It is well settled in cases decided under Executive Order 11491, as
 amended, the predecessor to the Statute herein, that an agency decision
 to relocate its employees is nonnegotiable.  Occupational Safety and
 Health Review Commission, 8 A/SLMR 399 (1979);  Social Security
 Administration, Bureau of Hearings and Appeals, 7 A/SLMR 338 (1977);
 U.S. Department of Transportation, Federal Highway Administration,
 Vancouver, Washington, 6 A/SLMR 88 (1976).  It is equally well settled
 and supported in the cited cases that while the decision to relocate
 employees is nonnegotiable, an agency must nevertheless bargain with the
 exclusive collective bargaining representative on the procedures
 utilized in effectuating the decision and on the impact such decision
 would have on employees adversely affected by such action.  Indeed,
 while under section 7106 of the Statute an agency has the privilege to
 refuse to bargain with an exclusive representative?  . . . on the
 technology, methods, and means of performing work", section 7106(b)(2)
 and (3) specifically provides for agency negotiation with the exclusive
 representatives on "(2) procedures which management officials of the
 agency will observe in exercising . . . its management rights . . . ;
 or "(3) appropriate arrangements for employees adversely affected by the
 exercise . . . of such rights . . . "
 
    The September 30 Proposals
 
    With regard to the case herein, by letter dated September 30, 1980
 which IRS responded to on November 25, 1980, the Union submitted
 bargaining proposals concerning (1) the number and location of
 conference rooms;  (2) removal of a wall in an Appeals Officer's office;
  (3) providing a different office to an Appeals Officer;  (4) the
 placement and accommodations for privacy gives to a receptionist;  (5)
 providing employees with adequate space so that walking sideways in
 offices would not be necessary;  (6) relocating the library;  (7)
 avoiding safety hazards occasioned by dangling wires;  (8) cleaning
 painting and repairing the site;  and (9) advising employees on security
 measures to prevent disclosure violations of the Privacy Act and
 management's responsibility in this regard.
 
    Respondent contends that no obligation to bargain attaches to these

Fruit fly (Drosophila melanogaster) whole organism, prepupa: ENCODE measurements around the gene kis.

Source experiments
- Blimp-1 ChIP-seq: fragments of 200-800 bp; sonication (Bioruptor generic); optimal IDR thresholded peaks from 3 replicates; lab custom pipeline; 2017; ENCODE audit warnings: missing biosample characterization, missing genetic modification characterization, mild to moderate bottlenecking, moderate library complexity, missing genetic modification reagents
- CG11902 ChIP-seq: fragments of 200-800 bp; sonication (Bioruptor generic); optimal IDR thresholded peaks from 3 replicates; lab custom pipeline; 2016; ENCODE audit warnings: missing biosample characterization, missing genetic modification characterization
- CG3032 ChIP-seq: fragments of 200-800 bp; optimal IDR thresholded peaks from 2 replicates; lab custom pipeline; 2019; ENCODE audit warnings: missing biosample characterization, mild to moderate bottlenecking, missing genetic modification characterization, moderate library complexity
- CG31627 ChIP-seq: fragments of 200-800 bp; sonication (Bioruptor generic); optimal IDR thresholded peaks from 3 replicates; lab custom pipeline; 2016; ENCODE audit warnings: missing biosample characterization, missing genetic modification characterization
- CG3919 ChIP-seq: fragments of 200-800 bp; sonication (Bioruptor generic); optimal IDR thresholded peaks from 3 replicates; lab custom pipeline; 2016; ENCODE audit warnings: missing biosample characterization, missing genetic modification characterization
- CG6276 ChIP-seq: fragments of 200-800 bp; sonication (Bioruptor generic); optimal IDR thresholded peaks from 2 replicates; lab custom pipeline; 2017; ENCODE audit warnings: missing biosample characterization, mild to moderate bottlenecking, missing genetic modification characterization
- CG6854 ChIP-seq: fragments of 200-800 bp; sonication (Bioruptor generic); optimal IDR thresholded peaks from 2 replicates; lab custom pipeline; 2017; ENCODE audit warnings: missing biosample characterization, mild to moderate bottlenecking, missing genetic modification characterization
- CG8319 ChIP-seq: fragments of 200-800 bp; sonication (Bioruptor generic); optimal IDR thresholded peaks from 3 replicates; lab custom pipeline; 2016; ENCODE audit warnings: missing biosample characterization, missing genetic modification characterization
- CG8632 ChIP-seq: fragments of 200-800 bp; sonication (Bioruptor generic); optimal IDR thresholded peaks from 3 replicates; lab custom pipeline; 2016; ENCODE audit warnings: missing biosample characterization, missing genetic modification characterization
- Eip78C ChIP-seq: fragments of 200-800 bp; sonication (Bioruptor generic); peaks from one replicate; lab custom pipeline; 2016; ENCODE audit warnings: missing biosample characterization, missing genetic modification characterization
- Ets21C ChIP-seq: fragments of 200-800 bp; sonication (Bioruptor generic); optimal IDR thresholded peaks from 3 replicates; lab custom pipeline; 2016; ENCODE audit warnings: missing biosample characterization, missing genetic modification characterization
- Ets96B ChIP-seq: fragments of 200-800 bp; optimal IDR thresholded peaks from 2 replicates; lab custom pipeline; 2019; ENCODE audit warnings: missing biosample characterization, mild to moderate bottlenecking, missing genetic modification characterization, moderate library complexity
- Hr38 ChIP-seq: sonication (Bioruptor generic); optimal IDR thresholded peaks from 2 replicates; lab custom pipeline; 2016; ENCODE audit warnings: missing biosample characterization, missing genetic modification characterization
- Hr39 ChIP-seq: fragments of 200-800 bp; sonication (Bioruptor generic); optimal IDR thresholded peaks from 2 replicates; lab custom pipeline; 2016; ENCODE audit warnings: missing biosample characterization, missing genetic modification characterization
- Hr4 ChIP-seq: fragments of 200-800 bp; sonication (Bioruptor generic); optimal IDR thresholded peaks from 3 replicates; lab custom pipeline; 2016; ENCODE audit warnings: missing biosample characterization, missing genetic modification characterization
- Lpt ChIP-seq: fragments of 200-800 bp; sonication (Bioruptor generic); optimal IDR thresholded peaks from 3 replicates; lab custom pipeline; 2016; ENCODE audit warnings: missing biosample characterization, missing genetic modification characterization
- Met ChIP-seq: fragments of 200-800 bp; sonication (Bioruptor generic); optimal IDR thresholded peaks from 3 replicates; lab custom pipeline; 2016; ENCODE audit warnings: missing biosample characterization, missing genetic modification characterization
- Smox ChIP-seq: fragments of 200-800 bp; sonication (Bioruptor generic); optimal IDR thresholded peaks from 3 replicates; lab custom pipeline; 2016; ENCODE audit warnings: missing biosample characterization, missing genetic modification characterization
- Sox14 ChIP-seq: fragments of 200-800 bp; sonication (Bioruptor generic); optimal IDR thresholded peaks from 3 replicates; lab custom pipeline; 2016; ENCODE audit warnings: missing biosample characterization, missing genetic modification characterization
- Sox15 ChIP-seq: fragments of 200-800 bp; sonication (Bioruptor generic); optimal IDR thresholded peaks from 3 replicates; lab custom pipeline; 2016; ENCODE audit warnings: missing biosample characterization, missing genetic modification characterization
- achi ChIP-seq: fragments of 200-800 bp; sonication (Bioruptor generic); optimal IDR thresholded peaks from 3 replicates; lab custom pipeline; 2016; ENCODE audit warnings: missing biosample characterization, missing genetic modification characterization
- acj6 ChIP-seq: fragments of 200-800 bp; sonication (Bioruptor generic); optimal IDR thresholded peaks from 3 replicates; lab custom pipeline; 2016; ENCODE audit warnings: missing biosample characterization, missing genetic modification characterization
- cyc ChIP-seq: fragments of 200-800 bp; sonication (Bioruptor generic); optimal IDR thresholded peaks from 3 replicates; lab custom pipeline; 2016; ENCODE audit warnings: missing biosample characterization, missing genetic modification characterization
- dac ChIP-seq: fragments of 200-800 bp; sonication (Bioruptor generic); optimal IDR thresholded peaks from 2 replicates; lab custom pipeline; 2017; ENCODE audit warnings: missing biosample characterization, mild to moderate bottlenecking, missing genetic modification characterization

proposals in that they involved either the technology, methods, or means
 of performing work;  internal security practices;  the assignment of
 employees;  matters beyond its administrative control;  or was a matter
 which was in the process of being corrected.
 
    The leading cases to date treating the negotiability of proposals
 regarding office space are National Treasury Employees Union Chapter No.
 010 and Internal Revenue Service, Chicago District, 4 FLRC 126 (1976)
 and National Treasury Employees Union and Chapter 22, National Treasury
 Employees Union and United States Department of the Treasury, Internal
 Revenue Service, Philadelphia District, 4 FLRC 598 (1976).  Although
 these cases were decided under Executive Order 11491, as amended, the
 Statute specifically provides that such decisions " . . . shall remain
 in full force and effect until revised or revoked by the President, or
 unless superseded by specific provisions . . . (of the Statute) . . . or
 by regulations or decisions issued pursuant to . . . (the Statute).
 /20/ The specific language of the Statute with regard to the extent of a
 union's right to negotiate on privileged managerial decisions under the
 Statute has not changed relative to the rights at issue herein and no
 party has cited to me any decision of the Authority which indicates that
 the holdings in the above cases have been superseded.  /21/ Accordingly,
 I consider myself bound by such decisions until the Authority itself